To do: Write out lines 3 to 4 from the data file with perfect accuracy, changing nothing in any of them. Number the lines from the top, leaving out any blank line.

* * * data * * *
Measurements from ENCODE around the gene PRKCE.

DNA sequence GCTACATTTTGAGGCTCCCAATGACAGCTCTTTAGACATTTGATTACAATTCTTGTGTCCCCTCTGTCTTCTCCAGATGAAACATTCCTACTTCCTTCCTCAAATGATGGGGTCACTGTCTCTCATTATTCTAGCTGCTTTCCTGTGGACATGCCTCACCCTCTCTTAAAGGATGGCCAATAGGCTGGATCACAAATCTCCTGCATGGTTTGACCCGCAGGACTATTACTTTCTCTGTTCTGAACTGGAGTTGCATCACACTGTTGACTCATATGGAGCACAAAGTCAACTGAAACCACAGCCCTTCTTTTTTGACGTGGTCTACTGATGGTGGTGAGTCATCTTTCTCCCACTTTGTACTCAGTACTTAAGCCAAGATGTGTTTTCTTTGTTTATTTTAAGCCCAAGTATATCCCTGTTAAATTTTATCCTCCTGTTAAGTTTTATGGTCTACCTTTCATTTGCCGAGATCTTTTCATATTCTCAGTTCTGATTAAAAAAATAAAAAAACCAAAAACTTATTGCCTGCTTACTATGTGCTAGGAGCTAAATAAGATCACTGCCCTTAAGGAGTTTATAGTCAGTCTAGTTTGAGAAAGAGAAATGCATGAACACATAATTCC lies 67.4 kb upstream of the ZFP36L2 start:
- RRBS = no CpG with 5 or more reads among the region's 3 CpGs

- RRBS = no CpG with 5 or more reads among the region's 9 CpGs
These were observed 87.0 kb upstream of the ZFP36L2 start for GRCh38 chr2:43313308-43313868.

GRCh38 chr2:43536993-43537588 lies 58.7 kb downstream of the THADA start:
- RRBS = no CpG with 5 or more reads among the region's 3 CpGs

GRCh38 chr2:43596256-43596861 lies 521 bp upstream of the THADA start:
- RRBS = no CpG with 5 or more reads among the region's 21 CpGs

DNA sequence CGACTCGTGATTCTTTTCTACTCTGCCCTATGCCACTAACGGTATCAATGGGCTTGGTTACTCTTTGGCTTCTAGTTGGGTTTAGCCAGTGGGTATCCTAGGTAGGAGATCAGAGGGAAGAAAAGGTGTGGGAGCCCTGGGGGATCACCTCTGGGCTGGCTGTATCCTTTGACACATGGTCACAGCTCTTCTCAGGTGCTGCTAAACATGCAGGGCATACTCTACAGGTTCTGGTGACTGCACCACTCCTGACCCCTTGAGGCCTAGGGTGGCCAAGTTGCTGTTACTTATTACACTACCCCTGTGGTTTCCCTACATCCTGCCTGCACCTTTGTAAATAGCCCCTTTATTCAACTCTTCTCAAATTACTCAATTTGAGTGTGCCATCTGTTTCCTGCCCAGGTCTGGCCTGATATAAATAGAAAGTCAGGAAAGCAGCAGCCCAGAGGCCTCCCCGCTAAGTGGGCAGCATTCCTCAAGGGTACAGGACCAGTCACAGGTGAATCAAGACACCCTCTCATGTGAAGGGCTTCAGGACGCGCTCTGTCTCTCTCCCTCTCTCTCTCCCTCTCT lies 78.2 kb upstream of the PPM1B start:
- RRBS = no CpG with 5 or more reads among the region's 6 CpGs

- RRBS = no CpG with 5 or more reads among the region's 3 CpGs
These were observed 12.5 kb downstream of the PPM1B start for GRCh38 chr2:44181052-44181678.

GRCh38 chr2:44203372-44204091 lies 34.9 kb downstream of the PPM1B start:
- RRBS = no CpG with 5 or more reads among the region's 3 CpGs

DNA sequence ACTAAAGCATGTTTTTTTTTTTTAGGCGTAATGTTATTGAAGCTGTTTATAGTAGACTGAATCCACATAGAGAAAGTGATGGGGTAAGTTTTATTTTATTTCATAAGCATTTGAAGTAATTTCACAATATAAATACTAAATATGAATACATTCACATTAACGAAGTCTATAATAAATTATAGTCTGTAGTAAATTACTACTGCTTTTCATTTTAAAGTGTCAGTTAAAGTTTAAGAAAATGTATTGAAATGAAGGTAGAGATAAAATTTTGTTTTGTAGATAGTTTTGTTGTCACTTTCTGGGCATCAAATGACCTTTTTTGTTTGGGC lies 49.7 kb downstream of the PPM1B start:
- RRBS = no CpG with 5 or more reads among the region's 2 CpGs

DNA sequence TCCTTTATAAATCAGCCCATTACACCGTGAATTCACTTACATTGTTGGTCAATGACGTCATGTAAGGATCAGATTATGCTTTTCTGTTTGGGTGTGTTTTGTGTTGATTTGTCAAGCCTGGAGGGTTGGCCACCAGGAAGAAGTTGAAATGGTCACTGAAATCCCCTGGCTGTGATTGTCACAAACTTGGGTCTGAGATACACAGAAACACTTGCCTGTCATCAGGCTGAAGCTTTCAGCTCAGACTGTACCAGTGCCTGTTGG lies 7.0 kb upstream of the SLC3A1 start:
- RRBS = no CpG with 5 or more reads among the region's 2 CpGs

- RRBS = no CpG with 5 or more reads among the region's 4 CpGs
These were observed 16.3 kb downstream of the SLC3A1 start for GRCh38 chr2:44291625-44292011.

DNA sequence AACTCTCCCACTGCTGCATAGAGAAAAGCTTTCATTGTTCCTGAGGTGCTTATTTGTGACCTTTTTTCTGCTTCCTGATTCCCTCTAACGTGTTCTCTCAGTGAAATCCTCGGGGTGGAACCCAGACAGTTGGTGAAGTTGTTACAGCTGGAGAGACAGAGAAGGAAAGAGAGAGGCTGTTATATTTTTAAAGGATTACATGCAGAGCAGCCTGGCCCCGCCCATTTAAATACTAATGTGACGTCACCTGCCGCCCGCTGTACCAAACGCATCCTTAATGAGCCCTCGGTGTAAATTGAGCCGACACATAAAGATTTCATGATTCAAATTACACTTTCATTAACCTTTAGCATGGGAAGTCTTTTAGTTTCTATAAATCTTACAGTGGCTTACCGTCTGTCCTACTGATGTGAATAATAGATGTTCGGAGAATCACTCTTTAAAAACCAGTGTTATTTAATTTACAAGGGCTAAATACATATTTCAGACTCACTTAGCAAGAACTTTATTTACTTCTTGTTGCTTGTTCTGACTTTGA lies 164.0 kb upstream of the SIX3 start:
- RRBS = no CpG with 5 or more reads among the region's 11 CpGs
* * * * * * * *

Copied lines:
- RRBS = no CpG with 5 or more reads among the region's 3 CpGs

- RRBS = no CpG with 5 or more reads among the region's 9 CpGs